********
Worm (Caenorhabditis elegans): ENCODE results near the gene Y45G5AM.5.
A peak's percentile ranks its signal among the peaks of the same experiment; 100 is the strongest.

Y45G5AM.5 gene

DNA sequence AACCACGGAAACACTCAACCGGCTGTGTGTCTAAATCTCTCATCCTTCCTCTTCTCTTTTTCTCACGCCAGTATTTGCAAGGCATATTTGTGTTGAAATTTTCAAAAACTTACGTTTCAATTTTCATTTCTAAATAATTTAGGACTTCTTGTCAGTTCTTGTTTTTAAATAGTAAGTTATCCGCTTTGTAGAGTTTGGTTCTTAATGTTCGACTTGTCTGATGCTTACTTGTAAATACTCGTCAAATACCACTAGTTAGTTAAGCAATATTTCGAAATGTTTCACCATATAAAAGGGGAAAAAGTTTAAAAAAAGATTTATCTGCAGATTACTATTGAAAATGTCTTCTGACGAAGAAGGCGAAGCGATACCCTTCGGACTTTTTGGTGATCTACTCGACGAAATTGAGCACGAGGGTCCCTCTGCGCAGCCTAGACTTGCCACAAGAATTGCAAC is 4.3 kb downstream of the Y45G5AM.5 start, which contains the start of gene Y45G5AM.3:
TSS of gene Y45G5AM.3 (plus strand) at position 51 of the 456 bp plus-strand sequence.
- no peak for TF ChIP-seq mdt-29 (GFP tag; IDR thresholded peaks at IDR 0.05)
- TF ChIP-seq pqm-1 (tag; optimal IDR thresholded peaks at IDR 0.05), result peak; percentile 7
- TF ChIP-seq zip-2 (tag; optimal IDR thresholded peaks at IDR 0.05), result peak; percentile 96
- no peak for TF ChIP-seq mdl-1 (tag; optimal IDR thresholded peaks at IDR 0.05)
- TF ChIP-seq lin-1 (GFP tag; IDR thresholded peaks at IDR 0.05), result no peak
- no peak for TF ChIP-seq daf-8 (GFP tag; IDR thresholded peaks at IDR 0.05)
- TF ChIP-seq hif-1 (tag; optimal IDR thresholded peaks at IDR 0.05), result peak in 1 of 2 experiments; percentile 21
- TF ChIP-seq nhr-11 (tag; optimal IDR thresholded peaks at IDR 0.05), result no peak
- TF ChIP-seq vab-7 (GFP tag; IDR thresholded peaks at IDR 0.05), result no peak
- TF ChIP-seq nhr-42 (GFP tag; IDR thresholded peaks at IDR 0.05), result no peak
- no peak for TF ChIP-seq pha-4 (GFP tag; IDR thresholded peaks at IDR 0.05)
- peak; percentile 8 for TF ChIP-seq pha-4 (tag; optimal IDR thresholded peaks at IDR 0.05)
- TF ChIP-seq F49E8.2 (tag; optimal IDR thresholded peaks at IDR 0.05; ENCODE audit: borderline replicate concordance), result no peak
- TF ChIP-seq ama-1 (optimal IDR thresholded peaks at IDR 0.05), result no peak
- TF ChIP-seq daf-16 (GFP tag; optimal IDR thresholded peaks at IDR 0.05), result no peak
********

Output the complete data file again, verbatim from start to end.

Worm (Caenorhabditis elegans): ENCODE results near the gene Y45G5AM.5.
A peak's percentile ranks its signal among the peaks of the same experiment; 100 is the strongest.

Y45G5AM.5 gene

DNA sequence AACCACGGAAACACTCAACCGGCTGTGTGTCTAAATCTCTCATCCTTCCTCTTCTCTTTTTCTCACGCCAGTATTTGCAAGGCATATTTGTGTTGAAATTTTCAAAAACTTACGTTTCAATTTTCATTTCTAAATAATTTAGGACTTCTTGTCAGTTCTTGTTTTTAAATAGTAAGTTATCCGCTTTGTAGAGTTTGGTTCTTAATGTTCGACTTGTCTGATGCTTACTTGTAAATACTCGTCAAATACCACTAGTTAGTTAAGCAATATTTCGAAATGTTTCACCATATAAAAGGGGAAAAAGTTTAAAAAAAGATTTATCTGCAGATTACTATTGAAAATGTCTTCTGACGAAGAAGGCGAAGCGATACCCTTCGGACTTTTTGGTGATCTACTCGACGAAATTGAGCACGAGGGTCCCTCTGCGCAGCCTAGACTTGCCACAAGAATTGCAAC is 4.3 kb downstream of the Y45G5AM.5 start, which contains the start of gene Y45G5AM.3:
TSS of gene Y45G5AM.3 (plus strand) at position 51 of the 456 bp plus-strand sequence.
- no peak for TF ChIP-seq mdt-29 (GFP tag; IDR thresholded peaks at IDR 0.05)
- TF ChIP-seq pqm-1 (tag; optimal IDR thresholded peaks at IDR 0.05), result peak; percentile 7
- TF ChIP-seq zip-2 (tag; optimal IDR thresholded peaks at IDR 0.05), result peak; percentile 96
- no peak for TF ChIP-seq mdl-1 (tag; optimal IDR thresholded peaks at IDR 0.05)
- TF ChIP-seq lin-1 (GFP tag; IDR thresholded peaks at IDR 0.05), result no peak
- no peak for TF ChIP-seq daf-8 (GFP tag; IDR thresholded peaks at IDR 0.05)
- TF ChIP-seq hif-1 (tag; optimal IDR thresholded peaks at IDR 0.05), result peak in 1 of 2 experiments; percentile 21
- TF ChIP-seq nhr-11 (tag; optimal IDR thresholded peaks at IDR 0.05), result no peak
- TF ChIP-seq vab-7 (GFP tag; IDR thresholded peaks at IDR 0.05), result no peak
- TF ChIP-seq nhr-42 (GFP tag; IDR thresholded peaks at IDR 0.05), result no peak
- no peak for TF ChIP-seq pha-4 (GFP tag; IDR thresholded peaks at IDR 0.05)
- peak; percentile 8 for TF ChIP-seq pha-4 (tag; optimal IDR thresholded peaks at IDR 0.05)
- TF ChIP-seq F49E8.2 (tag; optimal IDR thresholded peaks at IDR 0.05; ENCODE audit: borderline replicate concordance), result no peak
- TF ChIP-seq ama-1 (optimal IDR thresholded peaks at IDR 0.05), result no peak
- TF ChIP-seq daf-16 (GFP tag; optimal IDR thresholded peaks at IDR 0.05), result no peak